Toronto is again tops in North America in the latest Rider Levett Bucknall (RLB) Crane Index but with headwinds continuing to buffet the construction sector in Ontario, the question emerges: how long will it last?
The Q1 count of construction cranes in the skies of 14 North American cities revealed Toronto’s biannual dominance in the count continues. RLB reported April 10 that the Toronto skyline had 238 cranes, far surpassing Seattle, which has 51 cranes, Los Angeles, with 47, and Denver, 36.
Toronto also led the pack by a large margin in Q3 2022 with 230 cranes and there were 252 counted in Q1 2022.
Residential cranes dominated but even removing Toronto’s 139 cranes at residential sites, the Ontario capital still had almost double Seattle’s overall total. RLB counted 35 cranes at Toronto commercial projects, 33 at mixed-used projects, 10 at hospitality, seven at educational projects and six at public/civic jobs.
University of Toronto geography and planning professor Matti Siemiatycki, the director of the Infrastructure Institute, said Toronto’s dominance can be attributed to investor and owner confidence in the city.
Mel Yungblut, head of the Toronto RLB office, said the Ontario government led by Doug Ford is known to be pro construction and infrastructure, reducing uncertainty among developers, and added the City of Toronto is having success in expediting approvals after the city had long ranked poorly in world permitting statistics.
“I think it’s incredible the confidence that people continue to have in this market and in sectors that have struggled in recent years, where there have been real question marks, like office space and commercial real estate and retail,” said Siemiatycki.
RLB conducted the survey during the month of February in the 14 cities where it has offices.
“It was really interesting to us because we were expecting to see a little bit of a downturn on the residential side because the residential crane count makes up about over 60 per cent of the total cranes in the city,” said Yungblut of the Toronto tally. “So with all that rumbling post-COVID and during COVID that things were starting to downturn, the interest rates were coming up, we sort of expected the crane count was going to drop.”
It wasn’t the case that the residential cranes were employed on jobs that were three or four years old, Yungblut said.
Rather RLB visited each site and noted 31 cranes had come down from completed projects but there were another 37 that had gone up on residential sites.
A singular Toronto strength is its attractiveness to immigrants, Yungblut and Siemiatycki said, so much so that it counters constraints such as high construction costs, the workforce shortage, high interest rates and costly land.
Yungblut suggested there might be a hesitation seen in overall project starts in 2024 reflecting recent uncertainty but rising immigration, with the federal target now set at 500,000 nationally to take effect in two years, should ensure the Toronto construction sector will remain a going concern.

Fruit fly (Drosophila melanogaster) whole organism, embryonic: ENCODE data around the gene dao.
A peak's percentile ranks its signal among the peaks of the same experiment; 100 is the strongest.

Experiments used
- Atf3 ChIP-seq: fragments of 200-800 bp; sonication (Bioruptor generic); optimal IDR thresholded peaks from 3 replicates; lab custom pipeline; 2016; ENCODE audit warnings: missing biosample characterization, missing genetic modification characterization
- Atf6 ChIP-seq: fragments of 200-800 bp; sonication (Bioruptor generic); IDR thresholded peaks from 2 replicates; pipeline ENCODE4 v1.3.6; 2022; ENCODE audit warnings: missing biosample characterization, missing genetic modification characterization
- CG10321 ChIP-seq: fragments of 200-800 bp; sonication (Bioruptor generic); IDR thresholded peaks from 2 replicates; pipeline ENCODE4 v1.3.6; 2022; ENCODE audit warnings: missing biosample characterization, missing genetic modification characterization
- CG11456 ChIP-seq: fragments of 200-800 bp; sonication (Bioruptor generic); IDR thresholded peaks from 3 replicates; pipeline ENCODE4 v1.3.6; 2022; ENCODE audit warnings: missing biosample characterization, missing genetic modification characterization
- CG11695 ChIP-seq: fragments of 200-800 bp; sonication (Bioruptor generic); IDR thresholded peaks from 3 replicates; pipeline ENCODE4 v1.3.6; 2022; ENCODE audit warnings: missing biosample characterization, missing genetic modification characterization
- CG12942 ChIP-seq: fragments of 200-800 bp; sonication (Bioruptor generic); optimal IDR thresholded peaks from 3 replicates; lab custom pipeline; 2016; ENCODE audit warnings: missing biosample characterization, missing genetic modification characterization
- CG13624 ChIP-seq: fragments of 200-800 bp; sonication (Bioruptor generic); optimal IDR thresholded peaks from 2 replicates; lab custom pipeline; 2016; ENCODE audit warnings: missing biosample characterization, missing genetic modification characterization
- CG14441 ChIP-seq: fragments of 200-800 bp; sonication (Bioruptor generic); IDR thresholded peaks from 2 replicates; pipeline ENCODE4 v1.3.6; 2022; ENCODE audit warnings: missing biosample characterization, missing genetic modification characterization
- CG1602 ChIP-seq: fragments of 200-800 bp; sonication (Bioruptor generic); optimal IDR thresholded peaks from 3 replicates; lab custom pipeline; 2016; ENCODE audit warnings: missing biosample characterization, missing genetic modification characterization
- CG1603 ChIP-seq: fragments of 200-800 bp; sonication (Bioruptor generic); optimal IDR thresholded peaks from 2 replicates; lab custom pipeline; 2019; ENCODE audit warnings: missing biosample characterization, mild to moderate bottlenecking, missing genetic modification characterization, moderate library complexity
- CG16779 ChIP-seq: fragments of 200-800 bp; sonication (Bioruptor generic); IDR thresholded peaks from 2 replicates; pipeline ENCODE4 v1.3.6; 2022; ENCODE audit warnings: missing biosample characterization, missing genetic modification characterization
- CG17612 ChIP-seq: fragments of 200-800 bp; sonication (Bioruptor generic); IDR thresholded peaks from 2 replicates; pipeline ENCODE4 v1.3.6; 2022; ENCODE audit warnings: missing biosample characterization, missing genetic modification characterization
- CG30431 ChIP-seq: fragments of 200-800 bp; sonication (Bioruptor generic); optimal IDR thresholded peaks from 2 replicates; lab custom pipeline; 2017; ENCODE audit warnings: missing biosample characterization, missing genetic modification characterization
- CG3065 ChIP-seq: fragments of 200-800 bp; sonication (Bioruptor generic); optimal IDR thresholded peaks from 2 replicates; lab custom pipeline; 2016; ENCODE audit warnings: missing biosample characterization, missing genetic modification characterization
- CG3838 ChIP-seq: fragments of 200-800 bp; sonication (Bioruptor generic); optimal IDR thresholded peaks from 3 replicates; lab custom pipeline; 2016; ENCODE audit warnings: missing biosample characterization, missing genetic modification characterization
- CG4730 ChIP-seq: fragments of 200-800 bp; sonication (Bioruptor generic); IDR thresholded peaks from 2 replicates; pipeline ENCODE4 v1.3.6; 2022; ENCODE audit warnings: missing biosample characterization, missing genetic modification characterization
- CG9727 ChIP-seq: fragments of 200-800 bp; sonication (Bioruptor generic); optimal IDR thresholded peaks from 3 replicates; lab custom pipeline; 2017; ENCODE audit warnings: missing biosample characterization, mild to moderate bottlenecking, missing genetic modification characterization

“The active ones in the city will continue to be active,” he said. “That is one observation that we do see. And they do need to turn over volume. As they earn the money they like to buy the next piece, keep the money flowing.”
Yungblut said clients have been telling RLB they are gaining confidence in the ability of Ontario’s workforce to supply the labour needed for a large project pipeline. They say Ontario’s Ministry of Labour is taking the right steps to assist in the recruitment of the next generation of skilled workers.
“They’re doing homework on the labour side to make sure they can get the skilled trades they need,” said Yungblut of prospective investors.
Siemiatycki acknowledged some developer concerns but noted changes to planning policy to reach housing targets are making development easier, “so there are countervailing forces at play here.”
It is known there are significant sites where permits have been approved but construction hasn’t started, Siemiatycki said, so that’s an issue as observers wonder when those projects will be unlocked.
Another concern is the type of housing that is being built, he said — in tough times rental projects tend to fall by the wayside first due to the delayed payoff for developers.
“We need to make sure that we’re both building the aggregate number of units but also matching the supply with what’s really needed,” he said, suggesting there is not an adequate plan for affordable homes.
“There’s a need to accelerate the pace, that’s really the story, is that at the same time as you see all these cranes in the sky, we need to meet the housing targets of 1.5-million homes for the province.”
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